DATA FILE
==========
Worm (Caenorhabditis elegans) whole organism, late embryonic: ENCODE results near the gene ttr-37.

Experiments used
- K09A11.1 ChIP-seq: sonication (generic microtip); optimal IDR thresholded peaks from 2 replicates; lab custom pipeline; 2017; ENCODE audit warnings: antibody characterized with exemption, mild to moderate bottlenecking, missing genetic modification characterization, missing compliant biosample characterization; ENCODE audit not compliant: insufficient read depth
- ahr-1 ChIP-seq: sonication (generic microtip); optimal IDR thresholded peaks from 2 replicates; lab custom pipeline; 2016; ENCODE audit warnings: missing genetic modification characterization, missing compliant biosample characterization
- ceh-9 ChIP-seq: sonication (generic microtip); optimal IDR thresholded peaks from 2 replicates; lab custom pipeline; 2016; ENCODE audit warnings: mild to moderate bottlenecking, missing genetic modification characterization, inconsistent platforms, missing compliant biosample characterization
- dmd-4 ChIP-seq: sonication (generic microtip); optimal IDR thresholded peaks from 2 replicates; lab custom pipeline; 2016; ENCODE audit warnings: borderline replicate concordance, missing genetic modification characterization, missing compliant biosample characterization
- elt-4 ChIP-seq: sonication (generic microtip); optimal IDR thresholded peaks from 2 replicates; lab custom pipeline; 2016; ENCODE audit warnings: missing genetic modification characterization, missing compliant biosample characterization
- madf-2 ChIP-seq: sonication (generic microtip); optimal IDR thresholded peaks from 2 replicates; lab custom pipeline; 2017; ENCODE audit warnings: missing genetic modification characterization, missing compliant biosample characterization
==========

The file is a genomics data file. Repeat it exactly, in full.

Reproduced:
Worm (Caenorhabditis elegans) whole organism, late embryonic: ENCODE results near the gene ttr-37.

Experiments used
- K09A11.1 ChIP-seq: sonication (generic microtip); optimal IDR thresholded peaks from 2 replicates; lab custom pipeline; 2017; ENCODE audit warnings: antibody characterized with exemption, mild to moderate bottlenecking, missing genetic modification characterization, missing compliant biosample characterization; ENCODE audit not compliant: insufficient read depth
- ahr-1 ChIP-seq: sonication (generic microtip); optimal IDR thresholded peaks from 2 replicates; lab custom pipeline; 2016; ENCODE audit warnings: missing genetic modification characterization, missing compliant biosample characterization
- ceh-9 ChIP-seq: sonication (generic microtip); optimal IDR thresholded peaks from 2 replicates; lab custom pipeline; 2016; ENCODE audit warnings: mild to moderate bottlenecking, missing genetic modification characterization, inconsistent platforms, missing compliant biosample characterization
- dmd-4 ChIP-seq: sonication (generic microtip); optimal IDR thresholded peaks from 2 replicates; lab custom pipeline; 2016; ENCODE audit warnings: borderline replicate concordance, missing genetic modification characterization, missing compliant biosample characterization
- elt-4 ChIP-seq: sonication (generic microtip); optimal IDR thresholded peaks from 2 replicates; lab custom pipeline; 2016; ENCODE audit warnings: missing genetic modification characterization, missing compliant biosample characterization
- madf-2 ChIP-seq: sonication (generic microtip); optimal IDR thresholded peaks from 2 replicates; lab custom pipeline; 2017; ENCODE audit warnings: missing genetic modification characterization, missing compliant biosample characterization